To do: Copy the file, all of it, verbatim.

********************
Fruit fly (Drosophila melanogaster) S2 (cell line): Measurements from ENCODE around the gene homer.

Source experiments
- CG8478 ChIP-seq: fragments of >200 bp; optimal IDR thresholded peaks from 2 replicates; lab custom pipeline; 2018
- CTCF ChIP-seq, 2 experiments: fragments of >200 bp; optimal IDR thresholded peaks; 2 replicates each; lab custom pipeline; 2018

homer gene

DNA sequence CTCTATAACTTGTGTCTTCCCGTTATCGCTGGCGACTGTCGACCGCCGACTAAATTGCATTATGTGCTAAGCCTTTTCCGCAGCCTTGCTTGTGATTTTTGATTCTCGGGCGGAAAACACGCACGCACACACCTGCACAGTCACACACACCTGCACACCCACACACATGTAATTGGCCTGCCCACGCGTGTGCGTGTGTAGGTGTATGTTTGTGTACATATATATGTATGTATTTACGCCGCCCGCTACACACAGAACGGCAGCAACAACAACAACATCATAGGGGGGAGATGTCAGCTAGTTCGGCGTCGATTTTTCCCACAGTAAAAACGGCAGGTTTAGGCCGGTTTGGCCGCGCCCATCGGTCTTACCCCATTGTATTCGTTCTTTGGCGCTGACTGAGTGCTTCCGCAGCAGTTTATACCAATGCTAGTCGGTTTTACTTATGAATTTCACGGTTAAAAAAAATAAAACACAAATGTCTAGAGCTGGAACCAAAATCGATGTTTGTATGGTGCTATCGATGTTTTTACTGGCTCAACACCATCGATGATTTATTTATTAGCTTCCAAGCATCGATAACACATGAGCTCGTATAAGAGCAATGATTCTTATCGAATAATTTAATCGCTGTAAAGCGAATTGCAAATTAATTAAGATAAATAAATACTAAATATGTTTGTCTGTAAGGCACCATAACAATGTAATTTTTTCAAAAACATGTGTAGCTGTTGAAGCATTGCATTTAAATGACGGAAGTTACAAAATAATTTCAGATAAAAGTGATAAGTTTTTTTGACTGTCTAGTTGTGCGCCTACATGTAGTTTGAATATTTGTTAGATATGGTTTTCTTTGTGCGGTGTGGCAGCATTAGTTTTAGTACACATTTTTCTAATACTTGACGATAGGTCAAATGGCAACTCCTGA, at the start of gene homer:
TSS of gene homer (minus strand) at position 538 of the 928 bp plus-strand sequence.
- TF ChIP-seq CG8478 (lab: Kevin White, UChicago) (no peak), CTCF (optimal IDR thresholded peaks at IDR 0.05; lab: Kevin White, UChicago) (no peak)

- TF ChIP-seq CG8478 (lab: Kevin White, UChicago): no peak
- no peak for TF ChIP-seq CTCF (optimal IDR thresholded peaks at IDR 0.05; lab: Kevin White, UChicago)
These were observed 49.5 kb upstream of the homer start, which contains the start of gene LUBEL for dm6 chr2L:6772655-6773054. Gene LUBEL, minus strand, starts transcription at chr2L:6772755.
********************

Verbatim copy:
Fruit fly (Drosophila melanogaster) S2 (cell line): Measurements from ENCODE around the gene homer.

Source experiments
- CG8478 ChIP-seq: fragments of >200 bp; optimal IDR thresholded peaks from 2 replicates; lab custom pipeline; 2018
- CTCF ChIP-seq, 2 experiments: fragments of >200 bp; optimal IDR thresholded peaks; 2 replicates each; lab custom pipeline; 2018

homer gene

DNA sequence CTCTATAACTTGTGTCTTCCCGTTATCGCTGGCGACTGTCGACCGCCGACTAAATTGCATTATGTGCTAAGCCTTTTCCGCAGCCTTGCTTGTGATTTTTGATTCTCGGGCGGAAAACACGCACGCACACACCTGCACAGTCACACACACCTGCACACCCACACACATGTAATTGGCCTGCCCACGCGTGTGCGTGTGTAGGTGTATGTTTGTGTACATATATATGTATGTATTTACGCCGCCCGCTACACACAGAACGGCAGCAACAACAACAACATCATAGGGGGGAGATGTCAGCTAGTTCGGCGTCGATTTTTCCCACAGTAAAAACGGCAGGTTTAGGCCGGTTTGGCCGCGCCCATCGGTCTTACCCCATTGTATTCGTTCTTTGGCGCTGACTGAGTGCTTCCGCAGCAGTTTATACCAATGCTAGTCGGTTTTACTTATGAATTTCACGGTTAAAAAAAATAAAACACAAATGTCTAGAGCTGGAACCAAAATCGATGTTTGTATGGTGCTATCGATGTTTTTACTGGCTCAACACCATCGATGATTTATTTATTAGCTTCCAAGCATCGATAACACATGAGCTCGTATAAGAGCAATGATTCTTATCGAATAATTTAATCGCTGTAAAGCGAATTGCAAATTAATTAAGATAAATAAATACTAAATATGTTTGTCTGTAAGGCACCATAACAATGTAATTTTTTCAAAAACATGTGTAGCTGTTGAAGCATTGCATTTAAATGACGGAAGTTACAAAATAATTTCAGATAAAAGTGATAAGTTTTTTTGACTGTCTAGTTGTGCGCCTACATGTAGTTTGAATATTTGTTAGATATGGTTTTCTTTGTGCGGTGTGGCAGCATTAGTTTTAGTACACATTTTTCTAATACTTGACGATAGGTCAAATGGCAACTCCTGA, at the start of gene homer:
TSS of gene homer (minus strand) at position 538 of the 928 bp plus-strand sequence.
- TF ChIP-seq CG8478 (lab: Kevin White, UChicago) (no peak), CTCF (optimal IDR thresholded peaks at IDR 0.05; lab: Kevin White, UChicago) (no peak)

- TF ChIP-seq CG8478 (lab: Kevin White, UChicago): no peak
- no peak for TF ChIP-seq CTCF (optimal IDR thresholded peaks at IDR 0.05; lab: Kevin White, UChicago)
These were observed 49.5 kb upstream of the homer start, which contains the start of gene LUBEL for dm6 chr2L:6772655-6773054. Gene LUBEL, minus strand, starts transcription at chr2L:6772755.